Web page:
One CIBC associate said that they were pressured to encourage people in debt to remortgage their homes. “We told them we were helping them, but essentially we were extending more credit so the vicious cycle would … continue and we, in turn, would make a sale,” she said.
Another CIBC call centre worker in Halifax “said her manager pressured her to sell a $250,000 line of credit to an 82-year-old woman who just called to arrange a small loan for her son.”
Bank employees believed that management only cared about hitting sales targets, and that management did not care about what employees had to do to achieve their sales targets.
When the investigative news segment asked to speak to the CEO’s of all five banks, they all declined. “Instead, they sent statements, essentially saying the banks act in the best interest of their clients, and that employees are expected to follow codes of conduct.”
Codes of conduct are meaningless. What matters is what employees believe management really cares about. Patterns of behaviour follow.
I too worked for a company led by a president and EVP who made it clear that EBITDA (Earnings Before Interest, Taxes, Depreciation and Amortization) was their top priority. It was so clear to us that we, the senior managers, created a new catch phrase to greet each other. Instead of saying “Hey, Steve,” when we saw each other in the office, we’d point to each other and say “It’s all about the EBITDA!” I kid you not.
That was the corporate culture. It was all about the EBITDA. In fact, I was reprimanded by my boss for even mentioning that we should work on improving employee engagement. Employee engagement was not a priority.
Within that corporate culture, a very strong sub-culture began to emerge under my boss, the EVP. The EVP was a workaholic. He had no kids and a wife who was also a busy professional. The EVP would come into work at 7:00 a.m. and often leave after 6:30 p.m. He would then work from home sending us emails until late at night. The EVP would derisively refer to employees who arrived and left work on time as “9 to 5ers.” We learned very quickly that to have any chance at getting a good performance rating from him, we too needed to come in early, leave late, and respond to emails at night.
Working silly hours wasn’t written in any policy manual or employment contract. The EVP never explicitly said that’s what he expected. Not surprisingly though, we all, in unison, began working longer and longer hours.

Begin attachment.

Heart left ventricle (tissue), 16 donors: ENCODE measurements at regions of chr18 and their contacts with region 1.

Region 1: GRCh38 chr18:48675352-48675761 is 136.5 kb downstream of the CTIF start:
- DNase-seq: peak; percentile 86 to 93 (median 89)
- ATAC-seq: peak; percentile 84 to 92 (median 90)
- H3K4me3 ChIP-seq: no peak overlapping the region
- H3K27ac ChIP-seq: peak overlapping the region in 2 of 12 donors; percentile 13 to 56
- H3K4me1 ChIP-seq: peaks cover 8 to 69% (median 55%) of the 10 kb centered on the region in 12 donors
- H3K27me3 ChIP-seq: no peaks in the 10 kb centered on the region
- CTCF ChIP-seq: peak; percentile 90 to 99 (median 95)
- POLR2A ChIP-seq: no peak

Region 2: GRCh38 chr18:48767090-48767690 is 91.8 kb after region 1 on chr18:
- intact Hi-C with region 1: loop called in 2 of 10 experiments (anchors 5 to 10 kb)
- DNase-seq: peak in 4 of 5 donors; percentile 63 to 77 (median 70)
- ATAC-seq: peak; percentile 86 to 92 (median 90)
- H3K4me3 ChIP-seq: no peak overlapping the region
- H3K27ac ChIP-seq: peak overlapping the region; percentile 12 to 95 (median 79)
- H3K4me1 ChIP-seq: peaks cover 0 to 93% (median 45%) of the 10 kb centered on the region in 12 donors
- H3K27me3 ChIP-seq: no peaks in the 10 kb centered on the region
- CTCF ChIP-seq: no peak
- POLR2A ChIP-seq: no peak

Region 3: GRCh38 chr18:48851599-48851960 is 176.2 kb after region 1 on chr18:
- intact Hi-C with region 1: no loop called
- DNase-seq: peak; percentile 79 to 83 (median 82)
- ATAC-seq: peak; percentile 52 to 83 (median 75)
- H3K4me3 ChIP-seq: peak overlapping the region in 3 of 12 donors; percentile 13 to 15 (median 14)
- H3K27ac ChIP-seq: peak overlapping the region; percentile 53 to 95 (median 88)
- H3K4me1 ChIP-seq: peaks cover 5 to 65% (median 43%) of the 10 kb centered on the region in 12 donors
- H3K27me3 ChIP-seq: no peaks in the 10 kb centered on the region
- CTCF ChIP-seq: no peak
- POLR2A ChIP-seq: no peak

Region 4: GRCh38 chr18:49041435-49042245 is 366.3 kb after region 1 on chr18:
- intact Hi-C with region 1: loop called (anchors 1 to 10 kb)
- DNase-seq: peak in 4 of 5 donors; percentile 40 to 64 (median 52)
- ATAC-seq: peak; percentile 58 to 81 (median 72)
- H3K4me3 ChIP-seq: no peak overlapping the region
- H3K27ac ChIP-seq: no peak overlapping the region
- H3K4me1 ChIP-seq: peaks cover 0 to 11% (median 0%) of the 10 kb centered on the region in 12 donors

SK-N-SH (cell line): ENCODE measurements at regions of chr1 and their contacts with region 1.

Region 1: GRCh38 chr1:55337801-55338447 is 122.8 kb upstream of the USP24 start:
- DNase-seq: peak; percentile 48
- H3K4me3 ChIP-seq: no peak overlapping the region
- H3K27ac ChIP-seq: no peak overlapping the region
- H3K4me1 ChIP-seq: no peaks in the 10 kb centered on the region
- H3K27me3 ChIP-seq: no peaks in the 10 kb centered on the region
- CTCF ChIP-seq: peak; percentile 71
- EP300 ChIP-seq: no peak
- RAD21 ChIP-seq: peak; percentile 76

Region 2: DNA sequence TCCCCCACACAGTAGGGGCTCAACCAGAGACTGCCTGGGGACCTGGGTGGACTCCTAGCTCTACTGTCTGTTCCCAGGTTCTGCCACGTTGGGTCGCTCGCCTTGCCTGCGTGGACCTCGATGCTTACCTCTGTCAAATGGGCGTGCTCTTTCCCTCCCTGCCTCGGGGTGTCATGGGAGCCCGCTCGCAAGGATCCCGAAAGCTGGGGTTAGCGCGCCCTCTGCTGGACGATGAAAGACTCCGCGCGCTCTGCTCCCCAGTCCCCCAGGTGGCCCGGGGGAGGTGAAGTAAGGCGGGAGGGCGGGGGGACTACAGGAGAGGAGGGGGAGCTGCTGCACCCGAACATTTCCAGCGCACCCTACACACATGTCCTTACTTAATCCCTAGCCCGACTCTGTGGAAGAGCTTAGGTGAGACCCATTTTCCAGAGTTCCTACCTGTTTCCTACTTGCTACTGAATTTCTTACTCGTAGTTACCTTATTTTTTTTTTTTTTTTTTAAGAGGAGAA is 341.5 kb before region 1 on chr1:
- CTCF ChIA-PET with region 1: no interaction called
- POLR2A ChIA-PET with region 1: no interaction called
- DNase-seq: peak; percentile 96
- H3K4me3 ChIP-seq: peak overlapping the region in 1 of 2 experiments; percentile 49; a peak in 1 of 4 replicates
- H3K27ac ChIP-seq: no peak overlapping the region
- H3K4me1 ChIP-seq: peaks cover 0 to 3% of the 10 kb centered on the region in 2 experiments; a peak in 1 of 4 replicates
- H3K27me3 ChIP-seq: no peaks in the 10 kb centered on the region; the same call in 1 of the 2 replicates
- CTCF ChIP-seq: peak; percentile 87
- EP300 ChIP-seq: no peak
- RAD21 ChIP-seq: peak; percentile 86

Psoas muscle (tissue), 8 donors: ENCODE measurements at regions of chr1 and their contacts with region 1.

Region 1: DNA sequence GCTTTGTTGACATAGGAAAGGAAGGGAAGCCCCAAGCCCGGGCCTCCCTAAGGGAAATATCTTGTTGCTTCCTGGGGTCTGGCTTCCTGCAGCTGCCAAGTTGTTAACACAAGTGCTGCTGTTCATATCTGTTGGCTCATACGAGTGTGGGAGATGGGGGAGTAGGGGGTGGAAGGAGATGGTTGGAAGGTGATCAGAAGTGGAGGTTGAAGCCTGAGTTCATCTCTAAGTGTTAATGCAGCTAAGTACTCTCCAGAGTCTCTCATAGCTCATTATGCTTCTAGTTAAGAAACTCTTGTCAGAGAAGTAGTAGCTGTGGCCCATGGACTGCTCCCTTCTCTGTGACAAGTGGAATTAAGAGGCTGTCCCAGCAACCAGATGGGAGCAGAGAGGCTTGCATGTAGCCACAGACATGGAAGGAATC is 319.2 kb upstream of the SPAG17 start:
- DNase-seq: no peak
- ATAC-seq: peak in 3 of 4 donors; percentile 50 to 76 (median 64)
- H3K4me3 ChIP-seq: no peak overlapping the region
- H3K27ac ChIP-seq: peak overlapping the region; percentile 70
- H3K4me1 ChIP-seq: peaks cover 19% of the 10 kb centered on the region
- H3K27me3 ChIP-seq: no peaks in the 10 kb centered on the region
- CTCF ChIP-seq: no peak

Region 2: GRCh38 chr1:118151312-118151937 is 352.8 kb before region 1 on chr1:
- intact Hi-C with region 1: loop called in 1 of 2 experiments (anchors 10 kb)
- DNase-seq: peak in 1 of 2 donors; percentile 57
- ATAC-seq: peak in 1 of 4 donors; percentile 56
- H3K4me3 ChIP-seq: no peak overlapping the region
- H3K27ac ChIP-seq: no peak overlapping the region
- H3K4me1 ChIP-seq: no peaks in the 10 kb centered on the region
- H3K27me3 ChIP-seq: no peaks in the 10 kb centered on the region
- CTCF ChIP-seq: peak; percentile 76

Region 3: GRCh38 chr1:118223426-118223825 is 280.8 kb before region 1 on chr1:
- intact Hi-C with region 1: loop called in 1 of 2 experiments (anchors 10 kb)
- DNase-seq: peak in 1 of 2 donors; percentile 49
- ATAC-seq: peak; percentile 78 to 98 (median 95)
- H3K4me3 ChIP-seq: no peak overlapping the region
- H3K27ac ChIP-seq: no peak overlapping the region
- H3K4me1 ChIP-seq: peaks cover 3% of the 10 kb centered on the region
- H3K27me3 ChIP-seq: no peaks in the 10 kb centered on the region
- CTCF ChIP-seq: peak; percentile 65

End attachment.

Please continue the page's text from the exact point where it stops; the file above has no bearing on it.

Our belief about what was most important to our boss (working long hours) and what was most important to our company (EBITDA) resulted in low trust and low morale throughout the company. We knew, like the bank employees in the example above, that the top two executives viewed their employees simply as a ‘resource’ to grind money out of.
Culture change does not occur without the permission, or tacit approval, of those with formal authority. Because everybody in a hierarchy looks up the food chain for cues on how to behave, the CEO and senior managers are the driving force of the organization’s culture, whether they know it or not. They drive the culture of the organization not by what they say are their priorities, but what people believe management’s true priorities really are.
Organizational psychologist, Edgar Schein, once said “If you do not manage culture, it manages you.” CEOs and senior managers have two choices, either
- decide what they want people to believe are their top priorities and then behave accordingly, or
- ignore culture and have it produce unintended, and often undesirable, results.
Culture is patterns of behaviour that emerge based on what people believe are important to those in authority. Once those in authority understand this, they can do something about it.
The CEO and senior managers are the driving force of the organization’s culture. They drive the culture not by what they say are their priorities, but what people believe management’s true priorities really are.